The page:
Meanwhile, the latest research shows that glaciers worldwide are melting a lot less rapidly than had been thought, and that the glaciers of the great Asian mountain ranges – the Himalayas, the Pamir and the Tien Shan – are essentially not melting at all. This is significant, as presumed rapid glacier melt is one of the main factors underlying the modelling used to forecast sea-level rise.

All in all it might be more accurate to say that some scientists – for instance Dr Strauss – confidently expect sea-level rises of a metre or more this century, but many others would candidly admit that they don’t know what will happen. Some might reasonably doubt that there will be any increase beyond what was seen in the 20th century at all.

Dr Strauss’ opinion on the matter isn’t a lot more valuable than anyone else’s, he being primarily a biologist by training. He’s also not your standard government-funded academic, either: he works at a think-tank called Climate Central, dedicated to pushing the message of climate alarm*.

If there’s no serious sea-level rise coming, Dr Strauss is out of a job: so in fact his opinion on the matter is probably worth a bit less than most people’s, he having something of a conflict of interest. In addition to his employment at Climate Central, Strauss was a founder member of Grist.org, a media operation dedicated to pushing the climate-alarm message and which is also exempt from paying taxes**.

There’s an IT angle to all this, as a good deal of the money and impetus behind Climate Central comes from multibillionaire Google kingpin Eric Schmidt. The thinktank is funded directly by Google.org, the Chocolate Factory’s philanthropic arm, and also by the Schmidt Family Foundation. It received startup funding from the 11th Hour Project, run by Wendy Schmidt as a Schmidt Family Foundation operation, and indeed she describes herself as a Climate Central founder.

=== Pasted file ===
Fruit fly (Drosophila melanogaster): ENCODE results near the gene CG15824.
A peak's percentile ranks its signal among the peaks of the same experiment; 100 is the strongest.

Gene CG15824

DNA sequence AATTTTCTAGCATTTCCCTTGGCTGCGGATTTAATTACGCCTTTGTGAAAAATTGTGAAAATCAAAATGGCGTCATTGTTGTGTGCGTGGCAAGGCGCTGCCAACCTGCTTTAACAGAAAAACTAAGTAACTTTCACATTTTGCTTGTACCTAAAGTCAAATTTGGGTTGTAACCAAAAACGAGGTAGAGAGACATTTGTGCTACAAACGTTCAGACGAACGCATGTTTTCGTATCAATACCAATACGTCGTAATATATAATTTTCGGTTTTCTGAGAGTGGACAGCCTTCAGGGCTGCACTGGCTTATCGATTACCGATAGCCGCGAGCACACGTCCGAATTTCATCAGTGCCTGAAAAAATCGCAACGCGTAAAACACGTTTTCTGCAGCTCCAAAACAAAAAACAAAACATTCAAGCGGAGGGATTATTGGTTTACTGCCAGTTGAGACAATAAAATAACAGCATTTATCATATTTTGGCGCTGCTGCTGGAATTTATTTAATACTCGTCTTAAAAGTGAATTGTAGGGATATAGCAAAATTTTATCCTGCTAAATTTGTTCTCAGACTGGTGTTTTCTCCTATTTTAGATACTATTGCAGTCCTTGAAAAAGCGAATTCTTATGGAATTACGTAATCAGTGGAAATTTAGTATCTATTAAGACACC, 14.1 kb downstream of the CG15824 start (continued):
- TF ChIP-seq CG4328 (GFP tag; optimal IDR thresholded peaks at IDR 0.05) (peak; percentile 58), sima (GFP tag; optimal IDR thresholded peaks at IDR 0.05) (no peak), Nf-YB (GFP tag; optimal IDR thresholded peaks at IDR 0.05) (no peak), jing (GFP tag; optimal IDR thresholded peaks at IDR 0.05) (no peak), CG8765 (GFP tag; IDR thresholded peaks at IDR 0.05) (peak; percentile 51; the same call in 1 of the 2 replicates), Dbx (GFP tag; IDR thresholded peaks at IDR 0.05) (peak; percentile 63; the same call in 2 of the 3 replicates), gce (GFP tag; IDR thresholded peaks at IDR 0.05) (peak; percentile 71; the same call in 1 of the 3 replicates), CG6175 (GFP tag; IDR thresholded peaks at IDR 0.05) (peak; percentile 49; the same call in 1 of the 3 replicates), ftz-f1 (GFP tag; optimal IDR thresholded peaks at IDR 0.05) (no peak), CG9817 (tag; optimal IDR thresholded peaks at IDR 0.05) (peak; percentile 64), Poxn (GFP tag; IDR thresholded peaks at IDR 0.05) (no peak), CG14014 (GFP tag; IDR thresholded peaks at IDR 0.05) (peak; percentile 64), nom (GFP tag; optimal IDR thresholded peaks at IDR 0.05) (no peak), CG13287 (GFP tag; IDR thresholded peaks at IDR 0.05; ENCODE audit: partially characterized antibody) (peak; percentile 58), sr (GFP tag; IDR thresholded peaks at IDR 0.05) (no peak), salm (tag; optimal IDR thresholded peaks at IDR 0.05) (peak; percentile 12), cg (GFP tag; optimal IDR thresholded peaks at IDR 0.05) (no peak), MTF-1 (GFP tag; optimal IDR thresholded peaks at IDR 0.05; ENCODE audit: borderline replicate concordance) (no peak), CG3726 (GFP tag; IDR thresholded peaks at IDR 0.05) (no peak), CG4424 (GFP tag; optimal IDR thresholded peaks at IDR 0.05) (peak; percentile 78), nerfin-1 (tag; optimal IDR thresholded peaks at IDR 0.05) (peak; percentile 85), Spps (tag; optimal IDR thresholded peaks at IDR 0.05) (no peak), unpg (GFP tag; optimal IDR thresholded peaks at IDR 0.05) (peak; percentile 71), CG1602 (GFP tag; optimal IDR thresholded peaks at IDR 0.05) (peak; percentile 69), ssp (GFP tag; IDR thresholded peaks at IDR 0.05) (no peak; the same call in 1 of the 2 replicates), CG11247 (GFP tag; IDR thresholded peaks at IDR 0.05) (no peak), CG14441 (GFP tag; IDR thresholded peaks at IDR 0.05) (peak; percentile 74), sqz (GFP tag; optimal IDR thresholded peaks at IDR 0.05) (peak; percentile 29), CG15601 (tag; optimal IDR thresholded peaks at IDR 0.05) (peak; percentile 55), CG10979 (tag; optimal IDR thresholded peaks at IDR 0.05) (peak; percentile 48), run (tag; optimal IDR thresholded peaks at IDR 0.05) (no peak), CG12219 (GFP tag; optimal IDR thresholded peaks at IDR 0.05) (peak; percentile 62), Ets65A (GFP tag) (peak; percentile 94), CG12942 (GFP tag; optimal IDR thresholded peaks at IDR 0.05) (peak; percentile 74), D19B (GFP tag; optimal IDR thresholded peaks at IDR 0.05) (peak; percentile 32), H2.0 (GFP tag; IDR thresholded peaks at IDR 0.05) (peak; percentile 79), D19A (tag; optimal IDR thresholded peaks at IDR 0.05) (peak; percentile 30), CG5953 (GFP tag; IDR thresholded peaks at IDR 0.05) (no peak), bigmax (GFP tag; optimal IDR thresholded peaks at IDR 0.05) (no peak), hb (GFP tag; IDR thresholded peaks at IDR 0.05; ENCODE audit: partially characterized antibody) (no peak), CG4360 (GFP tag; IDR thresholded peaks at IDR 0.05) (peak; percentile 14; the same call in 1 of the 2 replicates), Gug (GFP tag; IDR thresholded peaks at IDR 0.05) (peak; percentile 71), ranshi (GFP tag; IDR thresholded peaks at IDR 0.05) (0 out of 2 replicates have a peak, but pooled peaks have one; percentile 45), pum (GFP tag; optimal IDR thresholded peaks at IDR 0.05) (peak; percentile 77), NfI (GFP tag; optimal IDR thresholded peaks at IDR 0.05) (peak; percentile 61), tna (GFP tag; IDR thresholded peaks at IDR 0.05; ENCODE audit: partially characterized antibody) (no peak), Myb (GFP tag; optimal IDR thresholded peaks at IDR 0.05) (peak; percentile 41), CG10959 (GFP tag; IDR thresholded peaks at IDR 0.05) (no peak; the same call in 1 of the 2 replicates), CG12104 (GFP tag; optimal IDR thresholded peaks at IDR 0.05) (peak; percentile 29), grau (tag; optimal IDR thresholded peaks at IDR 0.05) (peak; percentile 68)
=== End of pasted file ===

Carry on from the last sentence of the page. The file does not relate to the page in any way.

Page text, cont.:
It may be true, as climate alarmists assert, that there’s big oil money behind many climate sceptics and lukewarmers (sadly we aren’t getting any here at the Reg, but then we often run alarmist coverage). However it’s quite clear that there’s big business money behind the alarmist movement, too. It’s also pretty plain that the mere fact of a person being a scientist with publications in peer-reviewed journals can’t be taken to mean that that person’s opinion is any more worth listening to than anyone else’s.

Finally we can’t help noticing that assuming that Dr Strauss is actually correct and the USA does lose 2.1 million homes to flooding in the next 90-odd years, this seems unlikely to cause a major upset. The Land of the Free builds 315,000 new homes every year anyway: by 2100 on current rates more than 28 million new dwellings will have been constructed and the loss of a paltry 2 million won’t really register.